Entering Hyun, a high-end Japanese and Korean barbecue, you will notice dark wood paneling on one side with jet black tables and grey banquettes on the other. Walk a bit deeper and there are booths for private gatherings. In the center of each table is an electric grill with vents concealed as lighting. Even with the vents the scent of expensive cuts of beef can be found wafting in the air. Each diner is required to order at least one type of beef with prices starting at $44 and up for six-ounce portions. If you are worried about costs this is not the place for you. Thomas Rafael
In fact, everything here comes at a price, even Banchon, the usually complementary side dishes often found at Korean restaurants. A note on the menu reads it is intended to reduce food waste and save the planet. We also paid $33 for three bite-size beef-wrapped dumplings filled with spicy Kimchi. Tasty but pricey.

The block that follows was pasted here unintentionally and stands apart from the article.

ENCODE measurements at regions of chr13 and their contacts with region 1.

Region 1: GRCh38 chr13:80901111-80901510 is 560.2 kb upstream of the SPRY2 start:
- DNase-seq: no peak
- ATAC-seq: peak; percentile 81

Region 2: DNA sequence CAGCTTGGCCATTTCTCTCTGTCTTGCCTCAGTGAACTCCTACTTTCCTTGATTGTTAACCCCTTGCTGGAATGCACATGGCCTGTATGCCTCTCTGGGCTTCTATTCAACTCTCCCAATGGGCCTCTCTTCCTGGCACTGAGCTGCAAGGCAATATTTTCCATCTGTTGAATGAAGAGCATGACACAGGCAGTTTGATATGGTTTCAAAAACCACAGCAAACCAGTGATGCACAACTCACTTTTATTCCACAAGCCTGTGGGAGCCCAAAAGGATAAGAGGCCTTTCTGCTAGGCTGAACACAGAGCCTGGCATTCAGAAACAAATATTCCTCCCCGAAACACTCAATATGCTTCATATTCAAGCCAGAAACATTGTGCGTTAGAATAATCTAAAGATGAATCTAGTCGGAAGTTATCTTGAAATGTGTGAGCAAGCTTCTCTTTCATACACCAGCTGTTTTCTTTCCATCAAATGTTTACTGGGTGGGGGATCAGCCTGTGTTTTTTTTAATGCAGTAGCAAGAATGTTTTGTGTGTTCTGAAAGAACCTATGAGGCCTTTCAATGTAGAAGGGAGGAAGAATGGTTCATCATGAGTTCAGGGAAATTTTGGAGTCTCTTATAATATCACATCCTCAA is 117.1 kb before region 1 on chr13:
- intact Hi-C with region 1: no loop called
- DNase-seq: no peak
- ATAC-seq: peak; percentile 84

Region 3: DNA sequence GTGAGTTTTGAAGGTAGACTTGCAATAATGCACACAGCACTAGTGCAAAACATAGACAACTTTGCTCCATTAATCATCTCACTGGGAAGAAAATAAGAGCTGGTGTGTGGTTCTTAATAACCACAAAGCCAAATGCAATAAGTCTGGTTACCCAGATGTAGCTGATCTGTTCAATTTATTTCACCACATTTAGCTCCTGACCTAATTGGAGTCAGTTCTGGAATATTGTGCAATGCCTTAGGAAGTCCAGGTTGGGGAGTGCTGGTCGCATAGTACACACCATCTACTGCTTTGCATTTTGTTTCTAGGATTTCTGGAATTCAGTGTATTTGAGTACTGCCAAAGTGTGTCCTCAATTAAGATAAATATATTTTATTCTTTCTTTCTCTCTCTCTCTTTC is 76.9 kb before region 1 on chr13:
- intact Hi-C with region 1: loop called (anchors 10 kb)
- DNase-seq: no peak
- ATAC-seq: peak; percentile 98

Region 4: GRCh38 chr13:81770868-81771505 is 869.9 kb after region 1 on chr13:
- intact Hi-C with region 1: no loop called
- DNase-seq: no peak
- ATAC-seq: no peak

The wait staff is exemplary. Our server, who was quite knowledgeable, began by bringing a deep cast iron pan to the table and slowly raising the temperature. I was told this is the best way to prepare Wagyu. A piece of beef fat is placed in the center with a sprig or rosemary and garlic clove. They begin to sizzle releasing their natural oils. The meat is seared on both sides sealing in the juices. A few minutes later it is sliced and propped up against the rosemary. Three different types of salt are provided; truffle, burgundy and sesame oil. Each adds a distinctive flavor to the gloriously prepared beef. We chose Chuck Flap, a cut I never had before which is well marbled and delicious. Other cuts including ribeye, striploin and flatiron are also on the menu, along with fresh sea urchin, marinated short rib and Sot-Bap a rice bowl topped with things like truffles and mushrooms.
Hyun is a great spot if you have cash to burn. Just be careful or you might find yourself spending an extra 30 dollars for a glass of wine.
10 E 33rd St
New York, NY